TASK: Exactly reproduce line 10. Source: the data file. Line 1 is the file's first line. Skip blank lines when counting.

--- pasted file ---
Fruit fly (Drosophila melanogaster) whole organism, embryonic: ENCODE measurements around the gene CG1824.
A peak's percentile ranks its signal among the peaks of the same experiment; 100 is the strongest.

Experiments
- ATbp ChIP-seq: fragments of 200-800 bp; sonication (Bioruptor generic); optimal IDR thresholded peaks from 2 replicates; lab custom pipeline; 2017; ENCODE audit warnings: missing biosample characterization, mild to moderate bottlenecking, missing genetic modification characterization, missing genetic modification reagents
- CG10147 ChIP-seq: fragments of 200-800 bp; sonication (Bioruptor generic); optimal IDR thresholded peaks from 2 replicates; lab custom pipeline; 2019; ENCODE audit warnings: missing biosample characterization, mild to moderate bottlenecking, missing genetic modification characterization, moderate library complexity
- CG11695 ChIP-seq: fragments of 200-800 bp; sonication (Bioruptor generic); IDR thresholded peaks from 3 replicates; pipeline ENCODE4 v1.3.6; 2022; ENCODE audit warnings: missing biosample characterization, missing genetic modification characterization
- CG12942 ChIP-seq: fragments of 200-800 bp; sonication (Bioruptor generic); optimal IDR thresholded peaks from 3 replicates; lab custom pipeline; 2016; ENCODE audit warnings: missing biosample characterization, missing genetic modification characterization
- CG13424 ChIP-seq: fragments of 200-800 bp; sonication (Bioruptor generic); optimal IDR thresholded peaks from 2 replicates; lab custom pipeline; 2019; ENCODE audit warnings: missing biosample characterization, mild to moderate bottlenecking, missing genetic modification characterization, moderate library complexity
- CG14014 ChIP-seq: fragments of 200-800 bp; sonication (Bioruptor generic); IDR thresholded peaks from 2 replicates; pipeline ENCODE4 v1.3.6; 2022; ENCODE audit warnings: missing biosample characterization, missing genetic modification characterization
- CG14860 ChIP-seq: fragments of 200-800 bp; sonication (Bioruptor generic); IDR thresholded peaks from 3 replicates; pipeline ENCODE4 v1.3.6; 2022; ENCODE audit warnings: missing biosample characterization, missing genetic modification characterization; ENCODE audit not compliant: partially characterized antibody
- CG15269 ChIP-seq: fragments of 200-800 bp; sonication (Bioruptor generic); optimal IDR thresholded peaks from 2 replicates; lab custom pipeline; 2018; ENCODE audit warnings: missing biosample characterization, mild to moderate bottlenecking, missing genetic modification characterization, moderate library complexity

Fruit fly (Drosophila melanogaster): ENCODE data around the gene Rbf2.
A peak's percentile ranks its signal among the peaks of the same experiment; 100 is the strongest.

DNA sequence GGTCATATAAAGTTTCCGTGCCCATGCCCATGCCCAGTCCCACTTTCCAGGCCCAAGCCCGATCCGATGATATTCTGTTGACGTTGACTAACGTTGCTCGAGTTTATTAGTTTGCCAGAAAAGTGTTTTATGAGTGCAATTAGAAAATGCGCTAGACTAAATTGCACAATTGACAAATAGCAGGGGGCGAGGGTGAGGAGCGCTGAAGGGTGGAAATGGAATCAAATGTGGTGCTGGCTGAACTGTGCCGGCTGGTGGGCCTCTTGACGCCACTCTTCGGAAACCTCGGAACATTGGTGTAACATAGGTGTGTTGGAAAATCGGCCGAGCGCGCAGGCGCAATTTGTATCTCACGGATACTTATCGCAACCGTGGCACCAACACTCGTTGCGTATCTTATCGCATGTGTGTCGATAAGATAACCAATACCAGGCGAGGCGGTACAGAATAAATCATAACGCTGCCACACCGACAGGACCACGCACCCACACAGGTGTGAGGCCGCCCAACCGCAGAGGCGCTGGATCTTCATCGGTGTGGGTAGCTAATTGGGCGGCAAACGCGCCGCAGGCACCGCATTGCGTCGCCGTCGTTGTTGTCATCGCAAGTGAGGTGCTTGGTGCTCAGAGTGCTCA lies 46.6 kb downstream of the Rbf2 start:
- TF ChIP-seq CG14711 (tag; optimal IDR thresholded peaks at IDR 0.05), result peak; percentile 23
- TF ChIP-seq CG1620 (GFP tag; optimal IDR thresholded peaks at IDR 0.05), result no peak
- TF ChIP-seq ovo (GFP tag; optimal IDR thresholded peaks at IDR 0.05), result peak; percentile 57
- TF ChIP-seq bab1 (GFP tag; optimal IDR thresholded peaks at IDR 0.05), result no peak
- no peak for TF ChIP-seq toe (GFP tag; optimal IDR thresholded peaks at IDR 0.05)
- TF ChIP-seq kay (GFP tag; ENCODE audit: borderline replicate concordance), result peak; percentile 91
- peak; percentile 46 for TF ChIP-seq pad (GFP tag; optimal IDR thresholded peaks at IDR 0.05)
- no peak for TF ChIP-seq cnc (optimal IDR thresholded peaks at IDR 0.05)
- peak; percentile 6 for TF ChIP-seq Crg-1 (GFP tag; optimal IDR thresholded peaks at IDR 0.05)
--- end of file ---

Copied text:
- CG14860 ChIP-seq: fragments of 200-800 bp; sonication (Bioruptor generic); IDR thresholded peaks from 3 replicates; pipeline ENCODE4 v1.3.6; 2022; ENCODE audit warnings: missing biosample characterization, missing genetic modification characterization; ENCODE audit not compliant: partially characterized antibody